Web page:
From-the-Editors-Desk

Comics, Life, Common Sense, and Maybe Some Wisdom
June 26, 2011

I’ve never outgrown comics, though my tastes have changed over the years. Currently, I am down to six. Three are silly guilts, but the other three—Doonesbury, Sally Forth, and Bo’s Café Life—are genuine pleasures that start the computerized portion of my day off just right.

The latter, Bo’s Café Life, is particularly interesting as it focuses on the unpublished writers’ life. In a café. Every day. The three characters—Bo, Dingbang, and Bella—are desperate to be published. And they talk about it over their coffee cups, which is all that is ever seen of them.

Wayne Pollard, the creator of the strip, recently contacted me to ask if I would be willing to be part of his new regular series in which he has people in the book industry make an appearance. I quickly agreed. A few days later the questions showed up in my in-box.

My “special appearance” will take place on Monday, June 27 (the day after writing this). Even though you’ll see nothing of me except some sort of coffee mug—what will mine look like?—I am nervous. It’s a public appearance of sorts, but wholly my words. Please check us out.

Upcoming Book Festivals and Fairs:
Unfortunately, there are no fairs or festivals coming up this week or next weekend.

The Pub House:
Featherproof Books is a young independent Chicago publisher that is “dedicated to the small-press ideals of finding fresh, urban voices” in “full-length works of fiction and downloadable mini-books.” The latter are free and come with instructions on how to make the printed PDFs into an origami mini-book. Among their full-length books are This Will Go Down on Your Permanent Record by Susannah Felts, the story of  two teens who meet and forge a volatile alliance over one of Nashville’s neglected parks. But that alliance dissolves amid questions about identity, class in the New South, and other coming-of-age issues. The Universe in Miniature by Patrick Somerville is a set of loosely connected speculative and science fiction stories revolving around “The Machine of Understanding Other People,” a supernatural helmet bequeathed to a Chicago man. This helmet allows him to peer into the minds of those around him including an art student, idiot extraterrestrials, a retired mercenary, and more. Grow: An Environmentally Friendly Book by Alyson Beaton and K.J. Bradley is designed for children 2-5 years of age. It takes them through a typical day that routinely incorporates environmentally and socially sound practices that will ultimately benefit the child and her world.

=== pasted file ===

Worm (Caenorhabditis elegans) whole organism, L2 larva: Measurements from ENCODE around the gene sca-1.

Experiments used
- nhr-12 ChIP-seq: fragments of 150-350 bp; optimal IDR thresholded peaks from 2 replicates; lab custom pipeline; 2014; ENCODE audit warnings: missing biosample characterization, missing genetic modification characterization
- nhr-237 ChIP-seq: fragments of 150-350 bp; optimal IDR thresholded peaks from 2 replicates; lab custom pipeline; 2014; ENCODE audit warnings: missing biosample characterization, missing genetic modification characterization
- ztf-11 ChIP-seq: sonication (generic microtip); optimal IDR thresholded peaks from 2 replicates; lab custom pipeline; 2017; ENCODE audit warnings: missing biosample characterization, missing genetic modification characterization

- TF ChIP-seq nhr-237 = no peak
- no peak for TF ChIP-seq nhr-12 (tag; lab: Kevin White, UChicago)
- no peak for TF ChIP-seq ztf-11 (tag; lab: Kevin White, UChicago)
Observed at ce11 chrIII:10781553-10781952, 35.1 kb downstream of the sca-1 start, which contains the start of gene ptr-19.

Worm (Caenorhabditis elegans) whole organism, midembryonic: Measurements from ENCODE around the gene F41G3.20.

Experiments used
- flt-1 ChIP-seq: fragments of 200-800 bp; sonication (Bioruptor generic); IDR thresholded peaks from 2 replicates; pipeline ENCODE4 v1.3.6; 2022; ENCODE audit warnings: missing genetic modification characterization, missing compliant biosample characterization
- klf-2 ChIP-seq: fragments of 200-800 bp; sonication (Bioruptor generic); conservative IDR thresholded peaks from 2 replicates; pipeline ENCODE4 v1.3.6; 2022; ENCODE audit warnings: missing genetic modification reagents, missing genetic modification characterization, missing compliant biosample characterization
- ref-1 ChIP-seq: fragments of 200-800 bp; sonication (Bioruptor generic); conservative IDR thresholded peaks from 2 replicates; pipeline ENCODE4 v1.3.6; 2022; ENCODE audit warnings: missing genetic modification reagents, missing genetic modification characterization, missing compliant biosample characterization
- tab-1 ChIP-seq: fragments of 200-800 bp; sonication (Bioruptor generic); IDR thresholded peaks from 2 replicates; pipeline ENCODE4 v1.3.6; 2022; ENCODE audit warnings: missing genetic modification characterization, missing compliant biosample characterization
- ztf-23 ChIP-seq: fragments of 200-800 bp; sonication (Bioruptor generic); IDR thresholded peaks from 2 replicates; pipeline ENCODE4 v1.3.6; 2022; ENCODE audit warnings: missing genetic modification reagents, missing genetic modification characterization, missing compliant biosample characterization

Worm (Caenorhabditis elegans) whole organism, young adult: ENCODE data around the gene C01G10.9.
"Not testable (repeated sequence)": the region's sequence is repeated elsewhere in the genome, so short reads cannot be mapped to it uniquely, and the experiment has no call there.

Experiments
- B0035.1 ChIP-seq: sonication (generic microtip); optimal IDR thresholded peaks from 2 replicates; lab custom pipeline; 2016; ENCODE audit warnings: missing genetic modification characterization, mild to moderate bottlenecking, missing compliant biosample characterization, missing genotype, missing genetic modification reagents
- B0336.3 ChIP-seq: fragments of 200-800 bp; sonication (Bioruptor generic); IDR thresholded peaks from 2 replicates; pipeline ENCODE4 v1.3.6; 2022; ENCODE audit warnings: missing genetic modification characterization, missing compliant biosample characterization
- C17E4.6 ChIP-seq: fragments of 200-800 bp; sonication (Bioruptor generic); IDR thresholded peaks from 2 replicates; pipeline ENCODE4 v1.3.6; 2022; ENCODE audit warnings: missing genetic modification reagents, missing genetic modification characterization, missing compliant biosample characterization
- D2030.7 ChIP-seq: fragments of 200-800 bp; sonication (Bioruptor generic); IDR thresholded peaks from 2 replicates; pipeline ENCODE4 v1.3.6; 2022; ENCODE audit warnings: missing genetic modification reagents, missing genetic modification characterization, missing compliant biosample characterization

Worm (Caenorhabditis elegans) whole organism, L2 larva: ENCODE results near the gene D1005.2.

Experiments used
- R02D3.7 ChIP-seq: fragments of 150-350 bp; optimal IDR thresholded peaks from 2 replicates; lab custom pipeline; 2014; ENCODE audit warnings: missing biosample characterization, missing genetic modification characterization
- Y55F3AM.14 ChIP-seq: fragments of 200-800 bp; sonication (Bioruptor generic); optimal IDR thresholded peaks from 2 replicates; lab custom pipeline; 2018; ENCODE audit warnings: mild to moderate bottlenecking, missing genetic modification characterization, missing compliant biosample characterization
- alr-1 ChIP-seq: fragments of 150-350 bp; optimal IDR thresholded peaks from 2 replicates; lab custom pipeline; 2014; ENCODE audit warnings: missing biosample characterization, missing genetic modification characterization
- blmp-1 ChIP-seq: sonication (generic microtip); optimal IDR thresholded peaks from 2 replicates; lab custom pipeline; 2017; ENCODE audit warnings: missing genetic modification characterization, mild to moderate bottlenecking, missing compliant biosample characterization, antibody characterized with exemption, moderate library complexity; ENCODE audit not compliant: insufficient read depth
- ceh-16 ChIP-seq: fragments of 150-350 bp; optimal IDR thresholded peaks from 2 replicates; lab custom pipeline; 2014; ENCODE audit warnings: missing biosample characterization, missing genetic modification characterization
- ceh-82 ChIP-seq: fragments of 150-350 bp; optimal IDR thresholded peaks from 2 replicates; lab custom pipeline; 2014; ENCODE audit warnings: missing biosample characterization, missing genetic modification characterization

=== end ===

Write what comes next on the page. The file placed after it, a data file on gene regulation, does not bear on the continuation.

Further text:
Imaging Books & Reading:
This image accompanies an article in Futurity magazine, which talks about the ability of font choices for written material can impact the long-term learning and retention of information presented to students. The theory is based on the concept of disfluency, which occurs when something feels hard, leads people to process information more deeply. Therefore, students would concentrate more carefully on the material, though some of course would just give up. The authors of the study caution that more research is needed, but as one noted, be “a no-cost policy fix that could really improve students’ learning.”

Of Interest:
Bookplates are small prints designed for pasting inside the covers of books to designate ownership. Anyone can buy modern mass-produced or even handcrafted ones, but antique ones that were specially commissioned are spectacular. In The Art of Bookplates—in Pictures, you can see nineteen of them in incredible detail, miniature works of art that actually enhance the books in which they reside.

Until next week, read well, read often and read on!

Lauren

 


 

 
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